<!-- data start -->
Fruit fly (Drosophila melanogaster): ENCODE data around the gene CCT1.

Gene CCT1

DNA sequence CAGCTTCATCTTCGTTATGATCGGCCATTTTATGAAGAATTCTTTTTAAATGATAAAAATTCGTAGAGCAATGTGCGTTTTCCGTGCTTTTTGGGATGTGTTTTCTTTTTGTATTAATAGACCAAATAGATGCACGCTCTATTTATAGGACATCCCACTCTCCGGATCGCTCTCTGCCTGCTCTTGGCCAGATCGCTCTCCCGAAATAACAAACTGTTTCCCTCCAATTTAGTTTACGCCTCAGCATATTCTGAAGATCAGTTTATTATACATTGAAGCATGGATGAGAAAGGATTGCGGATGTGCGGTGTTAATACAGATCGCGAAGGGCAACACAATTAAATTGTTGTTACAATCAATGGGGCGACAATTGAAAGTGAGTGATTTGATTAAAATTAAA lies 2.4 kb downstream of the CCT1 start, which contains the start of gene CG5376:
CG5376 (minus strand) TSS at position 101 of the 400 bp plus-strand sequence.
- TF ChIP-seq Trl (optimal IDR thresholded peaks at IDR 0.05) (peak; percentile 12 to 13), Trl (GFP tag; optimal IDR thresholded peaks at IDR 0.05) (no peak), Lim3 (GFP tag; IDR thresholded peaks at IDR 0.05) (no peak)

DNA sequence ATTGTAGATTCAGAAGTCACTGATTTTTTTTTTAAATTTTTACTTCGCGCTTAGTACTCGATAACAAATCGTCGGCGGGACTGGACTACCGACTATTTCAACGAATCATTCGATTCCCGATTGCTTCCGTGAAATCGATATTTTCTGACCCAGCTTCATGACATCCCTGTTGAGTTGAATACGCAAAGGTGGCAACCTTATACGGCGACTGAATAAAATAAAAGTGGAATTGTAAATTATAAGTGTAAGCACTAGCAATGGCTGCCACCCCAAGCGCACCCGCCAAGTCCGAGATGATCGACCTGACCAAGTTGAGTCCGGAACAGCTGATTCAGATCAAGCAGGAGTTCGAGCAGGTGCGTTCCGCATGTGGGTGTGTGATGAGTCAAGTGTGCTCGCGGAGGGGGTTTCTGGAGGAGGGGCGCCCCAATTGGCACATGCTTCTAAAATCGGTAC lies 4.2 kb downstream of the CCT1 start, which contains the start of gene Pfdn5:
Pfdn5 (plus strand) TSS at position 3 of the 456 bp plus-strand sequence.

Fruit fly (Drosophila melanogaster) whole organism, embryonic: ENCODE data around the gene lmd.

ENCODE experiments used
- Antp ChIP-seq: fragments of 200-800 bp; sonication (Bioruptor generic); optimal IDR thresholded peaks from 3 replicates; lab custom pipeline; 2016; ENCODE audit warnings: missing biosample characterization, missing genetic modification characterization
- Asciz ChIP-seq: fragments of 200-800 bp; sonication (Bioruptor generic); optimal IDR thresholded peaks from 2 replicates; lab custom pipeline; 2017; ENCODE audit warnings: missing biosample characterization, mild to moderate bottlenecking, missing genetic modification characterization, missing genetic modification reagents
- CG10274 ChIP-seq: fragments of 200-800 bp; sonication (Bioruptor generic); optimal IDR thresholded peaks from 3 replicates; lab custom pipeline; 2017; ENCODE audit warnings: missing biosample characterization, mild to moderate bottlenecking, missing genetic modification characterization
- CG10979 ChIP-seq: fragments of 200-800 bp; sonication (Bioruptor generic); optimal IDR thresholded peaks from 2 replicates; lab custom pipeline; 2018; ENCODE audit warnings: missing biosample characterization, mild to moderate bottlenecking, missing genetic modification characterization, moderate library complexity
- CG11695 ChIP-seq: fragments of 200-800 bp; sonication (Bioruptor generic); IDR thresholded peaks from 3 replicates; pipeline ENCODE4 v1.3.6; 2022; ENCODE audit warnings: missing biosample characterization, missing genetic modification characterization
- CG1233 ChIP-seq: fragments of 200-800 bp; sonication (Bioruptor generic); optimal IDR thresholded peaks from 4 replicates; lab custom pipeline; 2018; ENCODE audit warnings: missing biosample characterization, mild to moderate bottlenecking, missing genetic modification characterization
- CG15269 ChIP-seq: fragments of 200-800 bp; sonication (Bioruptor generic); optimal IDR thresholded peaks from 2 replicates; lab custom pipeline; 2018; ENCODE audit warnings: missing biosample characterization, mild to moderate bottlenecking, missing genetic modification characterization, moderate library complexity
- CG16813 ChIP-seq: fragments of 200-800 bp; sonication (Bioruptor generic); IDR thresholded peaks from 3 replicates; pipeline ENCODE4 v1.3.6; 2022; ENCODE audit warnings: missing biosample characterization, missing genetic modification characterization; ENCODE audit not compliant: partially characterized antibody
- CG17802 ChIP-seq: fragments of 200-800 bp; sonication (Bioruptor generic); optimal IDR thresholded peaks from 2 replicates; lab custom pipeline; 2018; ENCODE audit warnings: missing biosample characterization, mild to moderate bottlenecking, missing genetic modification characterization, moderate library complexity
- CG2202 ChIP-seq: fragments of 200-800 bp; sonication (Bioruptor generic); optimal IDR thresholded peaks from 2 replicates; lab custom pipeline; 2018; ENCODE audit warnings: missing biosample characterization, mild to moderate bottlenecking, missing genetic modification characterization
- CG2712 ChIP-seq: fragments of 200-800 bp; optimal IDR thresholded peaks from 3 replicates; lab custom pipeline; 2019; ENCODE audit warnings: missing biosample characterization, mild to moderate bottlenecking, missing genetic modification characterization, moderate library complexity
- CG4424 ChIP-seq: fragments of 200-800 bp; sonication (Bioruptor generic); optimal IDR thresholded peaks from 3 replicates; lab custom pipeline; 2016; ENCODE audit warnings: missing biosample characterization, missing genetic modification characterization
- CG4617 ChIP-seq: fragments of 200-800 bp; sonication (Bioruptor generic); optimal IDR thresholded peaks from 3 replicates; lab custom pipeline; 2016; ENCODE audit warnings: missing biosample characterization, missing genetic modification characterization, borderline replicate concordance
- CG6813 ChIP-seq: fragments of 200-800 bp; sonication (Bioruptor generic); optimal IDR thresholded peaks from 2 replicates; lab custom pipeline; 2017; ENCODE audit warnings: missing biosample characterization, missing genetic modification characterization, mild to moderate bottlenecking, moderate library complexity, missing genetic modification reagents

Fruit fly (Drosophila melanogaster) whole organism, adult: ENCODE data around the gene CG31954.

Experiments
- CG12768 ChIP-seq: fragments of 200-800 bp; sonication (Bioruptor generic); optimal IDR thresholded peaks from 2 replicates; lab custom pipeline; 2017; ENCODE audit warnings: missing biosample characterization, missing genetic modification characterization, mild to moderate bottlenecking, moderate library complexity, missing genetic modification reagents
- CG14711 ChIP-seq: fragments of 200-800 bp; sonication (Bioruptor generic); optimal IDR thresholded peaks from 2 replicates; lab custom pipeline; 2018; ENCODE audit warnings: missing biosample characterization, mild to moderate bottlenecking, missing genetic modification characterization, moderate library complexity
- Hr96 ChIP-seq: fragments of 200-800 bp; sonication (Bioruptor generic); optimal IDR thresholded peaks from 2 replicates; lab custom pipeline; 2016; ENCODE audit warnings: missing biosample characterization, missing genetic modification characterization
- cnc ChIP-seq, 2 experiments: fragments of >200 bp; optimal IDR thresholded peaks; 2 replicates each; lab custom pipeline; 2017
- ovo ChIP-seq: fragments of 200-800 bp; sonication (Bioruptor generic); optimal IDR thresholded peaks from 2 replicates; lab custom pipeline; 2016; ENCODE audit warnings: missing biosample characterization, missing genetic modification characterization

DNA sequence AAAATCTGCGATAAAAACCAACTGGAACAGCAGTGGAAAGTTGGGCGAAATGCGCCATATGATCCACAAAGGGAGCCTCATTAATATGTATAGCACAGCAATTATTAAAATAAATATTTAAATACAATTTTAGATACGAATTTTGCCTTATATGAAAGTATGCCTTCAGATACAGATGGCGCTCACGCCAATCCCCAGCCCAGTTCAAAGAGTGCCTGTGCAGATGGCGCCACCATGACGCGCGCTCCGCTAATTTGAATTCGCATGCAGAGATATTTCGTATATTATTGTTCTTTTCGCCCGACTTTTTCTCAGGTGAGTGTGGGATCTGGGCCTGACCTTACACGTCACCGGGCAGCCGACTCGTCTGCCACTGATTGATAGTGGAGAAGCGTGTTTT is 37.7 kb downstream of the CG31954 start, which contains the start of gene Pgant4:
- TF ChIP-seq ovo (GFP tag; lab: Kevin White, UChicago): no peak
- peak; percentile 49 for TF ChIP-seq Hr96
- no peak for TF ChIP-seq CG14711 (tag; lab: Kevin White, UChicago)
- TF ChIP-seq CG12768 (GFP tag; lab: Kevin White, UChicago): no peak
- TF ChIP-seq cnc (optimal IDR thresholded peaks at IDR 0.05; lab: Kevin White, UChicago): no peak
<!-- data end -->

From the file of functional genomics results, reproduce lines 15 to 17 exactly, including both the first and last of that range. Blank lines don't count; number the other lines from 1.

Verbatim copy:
- CG1233 ChIP-seq: fragments of 200-800 bp; sonication (Bioruptor generic); optimal IDR thresholded peaks from 4 replicates; lab custom pipeline; 2018; ENCODE audit warnings: missing biosample characterization, mild to moderate bottlenecking, missing genetic modification characterization
- CG15269 ChIP-seq: fragments of 200-800 bp; sonication (Bioruptor generic); optimal IDR thresholded peaks from 2 replicates; lab custom pipeline; 2018; ENCODE audit warnings: missing biosample characterization, mild to moderate bottlenecking, missing genetic modification characterization, moderate library complexity
- CG16813 ChIP-seq: fragments of 200-800 bp; sonication (Bioruptor generic); IDR thresholded peaks from 3 replicates; pipeline ENCODE4 v1.3.6; 2022; ENCODE audit warnings: missing biosample characterization, missing genetic modification characterization; ENCODE audit not compliant: partially characterized antibody